Page:A chambermaid's diary.djvu/17

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alliance with an old man,—how many of us are destined to ill-luck, swept away in the great whirlwind of poverty? After all, I had no choice, and this is better than nothing.


This is not the first time that I have had a place in the country. Four years ago I had one. Oh! not for long, and in really exceptional circumstances. I remember this adventure as if it had occurred yesterday. Although the details are slightly indecorous, and even horrible, I wish to relate it. Moreover, I charitably warn my readers that it is my intention, in writing this diary, to keep nothing back, in relation either to myself or to others. On the contrary, I intend to put into all the frankness that is in me, and, when necessary, all the brutality that is in life. It is not my fault if the souls from which we tear the veils, and which then appear in all their nakedness, exhale so strong an odor of rottenness.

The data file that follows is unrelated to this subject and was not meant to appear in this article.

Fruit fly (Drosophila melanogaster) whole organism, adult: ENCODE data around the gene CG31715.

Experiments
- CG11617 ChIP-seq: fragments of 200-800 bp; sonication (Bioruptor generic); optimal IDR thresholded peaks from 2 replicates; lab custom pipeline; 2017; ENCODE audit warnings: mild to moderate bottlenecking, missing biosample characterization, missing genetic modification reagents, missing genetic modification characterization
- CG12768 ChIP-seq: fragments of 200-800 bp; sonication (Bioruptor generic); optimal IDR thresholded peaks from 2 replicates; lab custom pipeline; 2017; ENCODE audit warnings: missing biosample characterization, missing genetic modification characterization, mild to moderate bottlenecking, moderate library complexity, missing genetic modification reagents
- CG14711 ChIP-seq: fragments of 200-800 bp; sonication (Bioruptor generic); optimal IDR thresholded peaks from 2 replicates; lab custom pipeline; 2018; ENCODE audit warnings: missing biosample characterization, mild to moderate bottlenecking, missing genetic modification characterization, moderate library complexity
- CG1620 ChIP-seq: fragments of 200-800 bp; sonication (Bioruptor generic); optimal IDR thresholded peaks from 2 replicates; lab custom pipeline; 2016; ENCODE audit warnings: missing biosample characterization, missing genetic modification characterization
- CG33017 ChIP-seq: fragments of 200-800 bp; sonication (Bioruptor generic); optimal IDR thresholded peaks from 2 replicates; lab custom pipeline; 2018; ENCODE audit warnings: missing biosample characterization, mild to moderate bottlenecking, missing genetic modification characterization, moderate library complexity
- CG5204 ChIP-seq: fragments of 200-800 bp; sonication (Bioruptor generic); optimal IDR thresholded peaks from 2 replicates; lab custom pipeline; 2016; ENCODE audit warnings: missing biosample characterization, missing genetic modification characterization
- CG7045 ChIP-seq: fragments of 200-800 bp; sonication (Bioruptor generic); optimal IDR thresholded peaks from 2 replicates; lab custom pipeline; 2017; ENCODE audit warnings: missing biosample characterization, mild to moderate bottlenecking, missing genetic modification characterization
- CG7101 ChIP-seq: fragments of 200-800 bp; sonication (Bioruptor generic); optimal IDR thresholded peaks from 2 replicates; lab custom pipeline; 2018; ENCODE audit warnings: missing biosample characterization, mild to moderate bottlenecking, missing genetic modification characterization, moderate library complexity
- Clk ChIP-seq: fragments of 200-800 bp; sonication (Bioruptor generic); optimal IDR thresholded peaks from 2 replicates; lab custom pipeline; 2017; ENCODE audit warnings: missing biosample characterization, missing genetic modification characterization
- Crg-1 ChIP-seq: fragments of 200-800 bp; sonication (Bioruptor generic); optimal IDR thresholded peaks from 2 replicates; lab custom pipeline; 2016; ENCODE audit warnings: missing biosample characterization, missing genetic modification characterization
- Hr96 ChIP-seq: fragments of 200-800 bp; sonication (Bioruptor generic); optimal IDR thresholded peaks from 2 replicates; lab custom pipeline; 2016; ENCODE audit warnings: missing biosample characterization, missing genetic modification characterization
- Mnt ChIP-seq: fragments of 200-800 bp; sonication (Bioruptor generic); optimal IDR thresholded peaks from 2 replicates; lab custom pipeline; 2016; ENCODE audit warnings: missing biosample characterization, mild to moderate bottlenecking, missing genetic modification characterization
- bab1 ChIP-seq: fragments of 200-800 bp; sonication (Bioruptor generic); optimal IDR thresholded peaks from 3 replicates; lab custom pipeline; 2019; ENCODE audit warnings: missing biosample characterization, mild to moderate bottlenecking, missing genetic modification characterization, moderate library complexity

Well, here it is.

I was engaged in an employment-bureau, by a sort of fat governess, to be a chambermaid in the house of a certain M. Rabour, in Touraine. The conditions accepted, it was agreed that I should take the train on such a day, at such an hour, for such a station; which was done, according to the programme.

As soon as I had given up my ticket at the exit,